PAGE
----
One of the hottest new technologies for Mobile Consumer Electronics is battery recharging without plugging in the power cord – thanks to wireless technology.
The fundamental wireless power technology itself was invented in the last century and common devices such as electric toothbrushes have been using it since the 1990’s.
The next frontier is to recharge a broad range of Consumer Electronics devices such as smartphones and tablets, ultrabooks, notebooks, digital cameras, and many others that would use a conventional AA rechargeable battery. Certainly, consumer convenience is the ability of wirelessly recharging a device by placing it on a power charging mat and skipping the step of plugging in the power cable. This is a big advantage since connectors and cables become unreliable and break down after many uses (think doing this one or more times per day).
The Wireless Power Consortium (WPC) was formed 3 years ago and created a specification. Suppliers lined up to develop and supply solutions. Market analysts have been setting high expectations for consumer adoption.
So why has adoption been slow to date? Have you seen the products being supplied by the WPC vendors and do you understand what they are capable or NOT capable of?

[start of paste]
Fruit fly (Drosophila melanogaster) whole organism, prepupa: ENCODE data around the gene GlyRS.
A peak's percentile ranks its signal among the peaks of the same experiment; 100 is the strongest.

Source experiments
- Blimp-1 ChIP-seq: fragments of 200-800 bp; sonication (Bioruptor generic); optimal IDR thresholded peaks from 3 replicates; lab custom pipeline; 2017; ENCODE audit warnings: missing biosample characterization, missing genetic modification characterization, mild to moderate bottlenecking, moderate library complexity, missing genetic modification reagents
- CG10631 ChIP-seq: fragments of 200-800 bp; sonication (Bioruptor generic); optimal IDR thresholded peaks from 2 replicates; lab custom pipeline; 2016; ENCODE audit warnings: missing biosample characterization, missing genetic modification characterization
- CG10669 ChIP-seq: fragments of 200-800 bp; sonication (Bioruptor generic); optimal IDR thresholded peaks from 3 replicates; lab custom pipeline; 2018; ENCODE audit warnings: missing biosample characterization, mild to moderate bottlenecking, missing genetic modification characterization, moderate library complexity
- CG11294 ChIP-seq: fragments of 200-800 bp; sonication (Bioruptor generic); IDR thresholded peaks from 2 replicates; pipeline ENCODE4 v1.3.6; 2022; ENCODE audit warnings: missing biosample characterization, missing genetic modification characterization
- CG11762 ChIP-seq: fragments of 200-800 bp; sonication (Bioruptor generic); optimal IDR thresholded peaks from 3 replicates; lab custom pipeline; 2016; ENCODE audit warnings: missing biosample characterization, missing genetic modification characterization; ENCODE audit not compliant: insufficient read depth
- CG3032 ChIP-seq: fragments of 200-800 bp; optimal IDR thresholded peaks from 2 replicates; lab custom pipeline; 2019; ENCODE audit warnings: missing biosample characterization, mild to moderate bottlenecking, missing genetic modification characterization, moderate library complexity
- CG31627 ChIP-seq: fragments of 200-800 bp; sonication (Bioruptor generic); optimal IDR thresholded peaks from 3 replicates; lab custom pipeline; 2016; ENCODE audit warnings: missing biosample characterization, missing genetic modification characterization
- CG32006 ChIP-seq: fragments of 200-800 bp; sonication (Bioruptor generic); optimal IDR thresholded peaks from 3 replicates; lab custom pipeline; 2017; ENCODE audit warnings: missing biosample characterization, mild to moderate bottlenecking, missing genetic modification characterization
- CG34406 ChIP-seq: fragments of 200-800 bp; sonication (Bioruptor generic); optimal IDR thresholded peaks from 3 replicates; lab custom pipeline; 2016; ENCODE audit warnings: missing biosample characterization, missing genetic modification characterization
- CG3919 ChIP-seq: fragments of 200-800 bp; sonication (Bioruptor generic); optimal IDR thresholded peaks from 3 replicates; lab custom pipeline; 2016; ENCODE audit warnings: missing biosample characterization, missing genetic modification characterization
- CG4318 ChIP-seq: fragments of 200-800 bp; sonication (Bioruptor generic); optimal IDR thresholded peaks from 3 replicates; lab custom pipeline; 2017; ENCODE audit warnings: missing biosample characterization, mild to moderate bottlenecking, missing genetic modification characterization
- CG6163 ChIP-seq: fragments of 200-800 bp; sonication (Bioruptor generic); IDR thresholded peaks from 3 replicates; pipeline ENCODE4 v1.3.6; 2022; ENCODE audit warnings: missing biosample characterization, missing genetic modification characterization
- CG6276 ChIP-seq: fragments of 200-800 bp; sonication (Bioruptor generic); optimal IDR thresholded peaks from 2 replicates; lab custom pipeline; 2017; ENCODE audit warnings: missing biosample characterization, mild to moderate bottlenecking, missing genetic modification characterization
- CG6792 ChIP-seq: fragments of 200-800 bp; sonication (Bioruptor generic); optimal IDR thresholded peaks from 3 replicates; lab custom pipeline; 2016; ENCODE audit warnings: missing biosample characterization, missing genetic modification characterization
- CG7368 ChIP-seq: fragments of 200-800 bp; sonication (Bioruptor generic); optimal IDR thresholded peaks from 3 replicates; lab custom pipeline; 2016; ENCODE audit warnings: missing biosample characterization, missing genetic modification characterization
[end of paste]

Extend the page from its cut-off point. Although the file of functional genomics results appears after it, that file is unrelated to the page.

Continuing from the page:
What is not spoken of is that with WPC products you have to be careful in aligning and orienting your smartphone or other device precisely on the charging pad. Otherwise it will not charge! This is an extra step and not a true convenience. Some people refer to this as a tightly coupled solution.
Also, many consumers want to simultaneously charge multiple devices. Again the WPC based charging pads can do so but the cost increases significantly with each device since the electronics and coils need to be replicated.
I have heard that heat generated by the WPC products may be an issue for devices. If anyone has details, please share them so that we can better understand the issue.
In my view, the above limitations are inherent in the WPC specification. This falls short of the benefits that consumers expect and thus may not create a mass market.
To solve all these important problems with practical solutions, the Consumer Electronics Association (CEA) formed a working group to drive a worldwide standard. Have you seen what they are up to and who is leading this charge?